By Jonathan K. Driggs, Attorney at Law
Over the last few months, we’ve been discussing the Equal Employment Opportunity Commission’s recently issued guidance to employers on the use of Criminal Background Checks (CBCs). In this guidance, the EEOC emphasized that employers should only conduct CBCs when it is “job-related and consistent with business necessity” when screening job candidates. Job-related and consistent with business is one of those funky legal phrases that simply means employers should take into account the following factors:
- The nature and gravity of the offense or conduct;
- The time that has passed since the offense or conduct and/or completion of the sentence;
- The nature of the job held or sought.
As explained in its recent guidance, the EEOC expects employers to do the following when conducting CBCs:
- Develop a “targeted screen” using the three factors listed above for the job in question. The EEOC wants employers to identify in advance the type of criminal convictions which might be problematic for a particular position. For example, for a position that has access to sensitive financial information, an employer could identify a list of basic categories of theft/dishonesty-related crimes that would be problematic (e.g., identity theft, fraud, burglary). The employer should then determine the relevant time period to consider for past convictions (e.g., five years, etc.) While there is no specific formula to use, the EEOC is clearly signaling that it will scrutinize time frames carefully in favor of applicants (including reviewing recidivism data to determine when an individual is no more likely to recommit the crime compared to the average citizen).
- Conduct an individualized assessment prior to screening out. Let’s say that a candidate’s CBC for a financial position reveals a conviction three years ago for identity theft. Before excluding the candidate from consideration, the EEOC expects the employer to: 1) provide notice to the candidate that he/she may be screened out because of the conviction, 2) provide the candidate an opportunity to demonstrate that the exclusion should not be applied due to his/her particular circumstances; and 3) consider whether the additional information provided by the candidate warrants an exception. Employers should create and retain appropriate documentation of their individualized assessment processes (as a result of this new guidance, I believe that such processes will be a major focal point of EEOC investigations).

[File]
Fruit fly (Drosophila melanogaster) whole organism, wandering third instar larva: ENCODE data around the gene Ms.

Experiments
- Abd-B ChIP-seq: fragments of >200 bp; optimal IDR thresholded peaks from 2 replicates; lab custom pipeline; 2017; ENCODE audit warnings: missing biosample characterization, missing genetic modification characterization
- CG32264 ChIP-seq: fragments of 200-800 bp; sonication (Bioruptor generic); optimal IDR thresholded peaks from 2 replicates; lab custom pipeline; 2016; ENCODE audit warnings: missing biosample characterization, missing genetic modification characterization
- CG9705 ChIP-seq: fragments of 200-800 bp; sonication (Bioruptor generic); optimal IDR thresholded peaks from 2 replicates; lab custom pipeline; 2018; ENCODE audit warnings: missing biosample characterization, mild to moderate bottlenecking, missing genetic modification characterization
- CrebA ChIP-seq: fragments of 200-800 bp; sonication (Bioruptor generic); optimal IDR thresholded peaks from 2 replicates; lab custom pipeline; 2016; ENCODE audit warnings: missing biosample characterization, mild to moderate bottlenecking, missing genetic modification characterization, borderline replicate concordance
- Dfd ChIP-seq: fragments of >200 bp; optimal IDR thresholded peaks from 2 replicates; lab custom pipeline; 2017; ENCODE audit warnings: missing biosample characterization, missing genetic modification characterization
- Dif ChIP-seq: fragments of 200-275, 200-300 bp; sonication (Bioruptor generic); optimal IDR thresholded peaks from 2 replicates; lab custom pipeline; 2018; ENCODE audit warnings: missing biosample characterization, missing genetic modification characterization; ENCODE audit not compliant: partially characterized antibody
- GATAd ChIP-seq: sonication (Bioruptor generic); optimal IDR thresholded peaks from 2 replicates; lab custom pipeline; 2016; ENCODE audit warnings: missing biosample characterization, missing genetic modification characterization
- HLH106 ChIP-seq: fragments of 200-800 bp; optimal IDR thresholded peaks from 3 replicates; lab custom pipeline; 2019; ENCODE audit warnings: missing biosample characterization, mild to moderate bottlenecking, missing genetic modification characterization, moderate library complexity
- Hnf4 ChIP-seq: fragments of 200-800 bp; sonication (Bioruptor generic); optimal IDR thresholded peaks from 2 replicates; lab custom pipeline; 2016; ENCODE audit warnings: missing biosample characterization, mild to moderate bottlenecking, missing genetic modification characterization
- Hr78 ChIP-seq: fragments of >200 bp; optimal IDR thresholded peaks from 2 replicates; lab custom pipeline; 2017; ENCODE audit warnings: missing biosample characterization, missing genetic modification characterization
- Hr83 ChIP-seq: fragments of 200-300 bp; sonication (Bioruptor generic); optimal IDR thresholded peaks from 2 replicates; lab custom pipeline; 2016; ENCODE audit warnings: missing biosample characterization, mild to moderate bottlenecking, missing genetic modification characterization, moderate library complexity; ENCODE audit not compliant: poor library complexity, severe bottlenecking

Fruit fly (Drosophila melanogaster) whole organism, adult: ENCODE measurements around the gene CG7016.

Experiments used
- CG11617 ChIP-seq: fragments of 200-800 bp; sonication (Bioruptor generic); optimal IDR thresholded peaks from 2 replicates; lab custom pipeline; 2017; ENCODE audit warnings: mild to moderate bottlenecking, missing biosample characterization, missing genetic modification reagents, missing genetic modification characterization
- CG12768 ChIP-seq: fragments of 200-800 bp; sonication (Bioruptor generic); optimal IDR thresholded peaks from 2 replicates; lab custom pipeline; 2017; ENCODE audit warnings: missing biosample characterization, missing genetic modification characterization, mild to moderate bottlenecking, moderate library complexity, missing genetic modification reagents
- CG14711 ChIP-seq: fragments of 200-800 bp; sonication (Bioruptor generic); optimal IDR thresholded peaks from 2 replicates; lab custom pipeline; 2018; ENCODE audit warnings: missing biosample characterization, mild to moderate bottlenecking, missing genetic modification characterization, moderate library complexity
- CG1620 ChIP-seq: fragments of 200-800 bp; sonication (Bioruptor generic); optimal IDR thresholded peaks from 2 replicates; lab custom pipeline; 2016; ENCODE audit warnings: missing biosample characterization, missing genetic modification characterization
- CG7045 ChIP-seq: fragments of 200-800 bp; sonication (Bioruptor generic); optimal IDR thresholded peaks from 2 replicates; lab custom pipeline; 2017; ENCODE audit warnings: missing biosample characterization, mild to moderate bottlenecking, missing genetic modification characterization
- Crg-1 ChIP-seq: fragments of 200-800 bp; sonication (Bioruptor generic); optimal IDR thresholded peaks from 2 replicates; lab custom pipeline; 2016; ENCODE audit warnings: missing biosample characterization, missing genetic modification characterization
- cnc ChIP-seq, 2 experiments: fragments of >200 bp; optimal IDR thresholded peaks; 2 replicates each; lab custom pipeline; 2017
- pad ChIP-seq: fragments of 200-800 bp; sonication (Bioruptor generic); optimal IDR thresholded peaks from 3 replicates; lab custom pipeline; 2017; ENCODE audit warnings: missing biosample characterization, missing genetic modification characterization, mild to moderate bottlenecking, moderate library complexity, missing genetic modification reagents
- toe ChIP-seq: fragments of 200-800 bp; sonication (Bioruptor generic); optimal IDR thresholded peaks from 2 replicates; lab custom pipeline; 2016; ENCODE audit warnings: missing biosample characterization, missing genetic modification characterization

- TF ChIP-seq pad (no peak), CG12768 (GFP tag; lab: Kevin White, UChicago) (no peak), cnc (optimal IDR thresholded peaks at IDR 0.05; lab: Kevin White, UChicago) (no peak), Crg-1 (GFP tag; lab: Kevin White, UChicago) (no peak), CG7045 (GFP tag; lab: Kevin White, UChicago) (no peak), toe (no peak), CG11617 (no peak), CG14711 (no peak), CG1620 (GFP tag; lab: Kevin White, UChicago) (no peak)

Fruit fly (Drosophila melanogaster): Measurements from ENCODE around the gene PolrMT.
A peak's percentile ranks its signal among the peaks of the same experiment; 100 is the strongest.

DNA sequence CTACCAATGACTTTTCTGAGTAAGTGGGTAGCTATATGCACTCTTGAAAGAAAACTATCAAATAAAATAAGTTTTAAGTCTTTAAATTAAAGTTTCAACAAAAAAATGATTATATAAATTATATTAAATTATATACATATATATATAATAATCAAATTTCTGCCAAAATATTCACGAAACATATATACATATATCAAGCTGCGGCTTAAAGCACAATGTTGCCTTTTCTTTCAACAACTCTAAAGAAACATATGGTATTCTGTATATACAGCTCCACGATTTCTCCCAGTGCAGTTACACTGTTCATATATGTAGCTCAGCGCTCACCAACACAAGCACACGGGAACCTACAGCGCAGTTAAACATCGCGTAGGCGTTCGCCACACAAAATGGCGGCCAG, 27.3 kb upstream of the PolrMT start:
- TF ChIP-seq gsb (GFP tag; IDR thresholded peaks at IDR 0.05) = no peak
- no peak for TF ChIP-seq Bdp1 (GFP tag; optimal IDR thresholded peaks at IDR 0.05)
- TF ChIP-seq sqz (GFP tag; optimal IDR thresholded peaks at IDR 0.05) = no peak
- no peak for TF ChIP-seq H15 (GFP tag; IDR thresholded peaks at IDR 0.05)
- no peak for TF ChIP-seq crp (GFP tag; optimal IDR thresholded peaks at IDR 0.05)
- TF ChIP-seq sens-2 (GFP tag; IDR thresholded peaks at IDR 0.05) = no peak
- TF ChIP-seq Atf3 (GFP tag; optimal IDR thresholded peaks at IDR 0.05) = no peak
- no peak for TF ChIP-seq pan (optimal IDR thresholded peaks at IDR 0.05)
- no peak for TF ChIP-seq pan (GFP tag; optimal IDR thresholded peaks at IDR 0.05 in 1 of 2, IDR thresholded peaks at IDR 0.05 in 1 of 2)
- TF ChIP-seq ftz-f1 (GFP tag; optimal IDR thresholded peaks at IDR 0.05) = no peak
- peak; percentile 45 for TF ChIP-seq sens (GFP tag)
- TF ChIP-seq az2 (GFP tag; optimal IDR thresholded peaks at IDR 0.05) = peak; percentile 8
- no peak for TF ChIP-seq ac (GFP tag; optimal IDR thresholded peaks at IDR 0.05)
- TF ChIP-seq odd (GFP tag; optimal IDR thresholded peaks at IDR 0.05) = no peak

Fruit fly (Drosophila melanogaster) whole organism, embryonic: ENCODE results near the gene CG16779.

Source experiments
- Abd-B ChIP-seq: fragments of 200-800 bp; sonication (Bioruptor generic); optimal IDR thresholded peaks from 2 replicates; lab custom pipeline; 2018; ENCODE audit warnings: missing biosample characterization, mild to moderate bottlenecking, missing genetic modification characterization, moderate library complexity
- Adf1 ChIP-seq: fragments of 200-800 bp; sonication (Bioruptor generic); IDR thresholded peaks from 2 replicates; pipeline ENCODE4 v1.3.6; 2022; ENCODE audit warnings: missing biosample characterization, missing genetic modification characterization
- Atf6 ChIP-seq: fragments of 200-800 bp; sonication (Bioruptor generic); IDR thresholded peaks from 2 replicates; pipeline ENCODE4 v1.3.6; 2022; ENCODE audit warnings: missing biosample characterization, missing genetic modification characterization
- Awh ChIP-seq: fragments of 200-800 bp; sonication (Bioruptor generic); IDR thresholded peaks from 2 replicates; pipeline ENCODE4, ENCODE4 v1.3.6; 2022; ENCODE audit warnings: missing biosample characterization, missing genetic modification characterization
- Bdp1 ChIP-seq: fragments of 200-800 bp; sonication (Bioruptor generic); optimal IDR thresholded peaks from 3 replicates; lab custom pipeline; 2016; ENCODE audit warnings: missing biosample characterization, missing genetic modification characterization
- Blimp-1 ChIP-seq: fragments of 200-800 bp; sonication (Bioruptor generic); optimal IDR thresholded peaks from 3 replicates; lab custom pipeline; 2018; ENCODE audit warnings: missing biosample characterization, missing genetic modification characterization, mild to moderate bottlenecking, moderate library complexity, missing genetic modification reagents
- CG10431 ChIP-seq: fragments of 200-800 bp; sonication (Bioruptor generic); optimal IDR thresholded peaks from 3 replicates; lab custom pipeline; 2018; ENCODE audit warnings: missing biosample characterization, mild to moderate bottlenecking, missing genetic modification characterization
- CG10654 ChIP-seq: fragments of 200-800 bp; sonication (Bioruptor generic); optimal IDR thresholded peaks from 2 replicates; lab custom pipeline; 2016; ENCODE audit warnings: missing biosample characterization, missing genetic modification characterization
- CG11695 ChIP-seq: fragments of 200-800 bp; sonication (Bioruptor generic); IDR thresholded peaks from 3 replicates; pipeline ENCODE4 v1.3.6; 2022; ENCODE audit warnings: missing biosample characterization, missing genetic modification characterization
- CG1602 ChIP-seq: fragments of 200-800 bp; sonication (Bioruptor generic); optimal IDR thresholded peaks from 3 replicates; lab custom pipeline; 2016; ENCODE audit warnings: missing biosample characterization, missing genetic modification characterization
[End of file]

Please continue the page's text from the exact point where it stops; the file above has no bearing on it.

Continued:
It is not possible in a forum like this to explain all of the nuances related to the EEOC’s CBC guidance. For employers using CBCs, it is worth taking a look at the guidance and reading through the examples. The guidance can be found at: http://www.eeoc.gov/laws/guidance/arrest_conviction.cfm
While it is important to understand that the EEOC’s guidance does not currently have the force of law—and aspects of it will most certainly be challenged in court—the EEOC will nevertheless be the first decision-maker to rule on these cases (employees must file with the EEOC before going to court). So, unless an employer wants to be the “test case” and spend lots of money and time fighting the EEOC, it’s best to give serious consideration to the EEOC’s position on CBCs.
In light of this new guidance from the EEOC, the following are some do’s and don’ts for employers when using CBCs:
While running CBCs has become more complicated for employers, this does not mean that there aren’t a lot of legitimate uses for them. Employers who provide services to children, at-risk adults, medical patients, etc., typically have very legitimate reasons to use CBCs. So do many other employers who have employees working in other sensitive jobs or industries. The issuance of the EEOC’s guidance should not be construed to mean that employers can’t use CBCs anymore. Employers, however, should use CBCs in a manner that is… (everyone repeat after me!) “job-related and consistent with business necessity.”
This article should not be construed as legal advice. Copyright ©2013 by Jonathan K. Driggs, Attorney at Law, P.C. All rights reserved.
Jonathan K. Driggs is an employment law attorney with over 20 years of experience, including 3 years with the Utah Labor Commission. www.jkdlawpc.com
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